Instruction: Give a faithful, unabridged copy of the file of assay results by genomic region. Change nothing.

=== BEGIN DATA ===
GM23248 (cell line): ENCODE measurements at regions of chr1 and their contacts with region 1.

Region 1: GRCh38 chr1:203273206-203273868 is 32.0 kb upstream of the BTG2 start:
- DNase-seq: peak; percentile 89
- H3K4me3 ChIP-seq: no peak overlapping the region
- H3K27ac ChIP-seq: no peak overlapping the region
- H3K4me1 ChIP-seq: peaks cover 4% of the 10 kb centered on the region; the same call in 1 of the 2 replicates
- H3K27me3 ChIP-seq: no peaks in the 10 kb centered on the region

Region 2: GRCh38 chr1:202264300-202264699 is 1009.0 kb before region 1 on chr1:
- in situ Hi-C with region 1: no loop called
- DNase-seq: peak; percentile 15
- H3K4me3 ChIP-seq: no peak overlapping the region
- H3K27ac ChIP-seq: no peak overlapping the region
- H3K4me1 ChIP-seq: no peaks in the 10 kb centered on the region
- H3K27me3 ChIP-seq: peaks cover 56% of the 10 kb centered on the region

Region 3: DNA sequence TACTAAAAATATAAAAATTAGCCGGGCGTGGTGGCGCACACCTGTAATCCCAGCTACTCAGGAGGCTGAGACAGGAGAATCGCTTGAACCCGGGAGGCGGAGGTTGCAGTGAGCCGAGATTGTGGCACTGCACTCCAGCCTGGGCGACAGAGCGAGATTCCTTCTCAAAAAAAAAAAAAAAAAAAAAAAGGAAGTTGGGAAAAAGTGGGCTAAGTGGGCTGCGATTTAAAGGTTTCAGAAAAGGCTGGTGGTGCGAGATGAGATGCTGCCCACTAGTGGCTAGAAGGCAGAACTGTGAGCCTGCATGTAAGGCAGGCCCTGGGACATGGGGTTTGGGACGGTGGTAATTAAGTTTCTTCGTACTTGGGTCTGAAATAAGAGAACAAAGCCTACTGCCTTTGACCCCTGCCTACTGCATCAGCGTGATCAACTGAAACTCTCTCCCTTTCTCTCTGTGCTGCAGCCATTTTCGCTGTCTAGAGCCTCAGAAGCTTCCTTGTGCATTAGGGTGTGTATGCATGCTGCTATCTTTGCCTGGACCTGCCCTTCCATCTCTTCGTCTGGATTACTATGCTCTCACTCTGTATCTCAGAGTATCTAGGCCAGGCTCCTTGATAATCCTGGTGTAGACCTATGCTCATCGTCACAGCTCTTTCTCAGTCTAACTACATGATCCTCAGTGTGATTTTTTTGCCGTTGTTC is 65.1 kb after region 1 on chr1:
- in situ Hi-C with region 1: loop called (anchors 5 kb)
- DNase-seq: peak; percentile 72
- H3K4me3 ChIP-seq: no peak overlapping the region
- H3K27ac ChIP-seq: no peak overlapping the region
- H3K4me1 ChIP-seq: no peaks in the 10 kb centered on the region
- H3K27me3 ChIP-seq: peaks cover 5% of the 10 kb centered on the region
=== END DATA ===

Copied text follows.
GM23248 (cell line): ENCODE measurements at regions of chr1 and their contacts with region 1.

Region 1: GRCh38 chr1:203273206-203273868 is 32.0 kb upstream of the BTG2 start:
- DNase-seq: peak; percentile 89
- H3K4me3 ChIP-seq: no peak overlapping the region
- H3K27ac ChIP-seq: no peak overlapping the region
- H3K4me1 ChIP-seq: peaks cover 4% of the 10 kb centered on the region; the same call in 1 of the 2 replicates
- H3K27me3 ChIP-seq: no peaks in the 10 kb centered on the region

Region 2: GRCh38 chr1:202264300-202264699 is 1009.0 kb before region 1 on chr1:
- in situ Hi-C with region 1: no loop called
- DNase-seq: peak; percentile 15
- H3K4me3 ChIP-seq: no peak overlapping the region
- H3K27ac ChIP-seq: no peak overlapping the region
- H3K4me1 ChIP-seq: no peaks in the 10 kb centered on the region
- H3K27me3 ChIP-seq: peaks cover 56% of the 10 kb centered on the region

Region 3: DNA sequence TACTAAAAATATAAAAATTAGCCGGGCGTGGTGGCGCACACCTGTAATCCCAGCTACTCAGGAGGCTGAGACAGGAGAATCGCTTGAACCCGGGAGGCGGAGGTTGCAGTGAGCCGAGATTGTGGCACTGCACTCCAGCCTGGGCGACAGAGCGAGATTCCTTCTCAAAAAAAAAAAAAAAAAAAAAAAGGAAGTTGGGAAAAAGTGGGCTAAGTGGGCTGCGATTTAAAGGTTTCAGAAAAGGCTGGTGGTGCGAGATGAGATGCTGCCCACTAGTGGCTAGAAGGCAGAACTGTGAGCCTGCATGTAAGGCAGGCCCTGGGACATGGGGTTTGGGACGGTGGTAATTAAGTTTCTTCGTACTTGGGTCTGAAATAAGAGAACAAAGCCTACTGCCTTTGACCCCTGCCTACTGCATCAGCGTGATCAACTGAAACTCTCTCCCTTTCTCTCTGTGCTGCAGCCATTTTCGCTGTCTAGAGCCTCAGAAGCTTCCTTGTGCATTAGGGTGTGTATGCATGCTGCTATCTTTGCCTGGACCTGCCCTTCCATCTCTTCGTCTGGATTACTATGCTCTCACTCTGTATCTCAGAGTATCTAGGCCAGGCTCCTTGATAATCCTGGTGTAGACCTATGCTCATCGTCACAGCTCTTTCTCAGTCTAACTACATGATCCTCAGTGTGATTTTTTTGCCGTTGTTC is 65.1 kb after region 1 on chr1:
- in situ Hi-C with region 1: loop called (anchors 5 kb)
- DNase-seq: peak; percentile 72
- H3K4me3 ChIP-seq: no peak overlapping the region
- H3K27ac ChIP-seq: no peak overlapping the region
- H3K4me1 ChIP-seq: no peaks in the 10 kb centered on the region
- H3K27me3 ChIP-seq: peaks cover 5% of the 10 kb centered on the region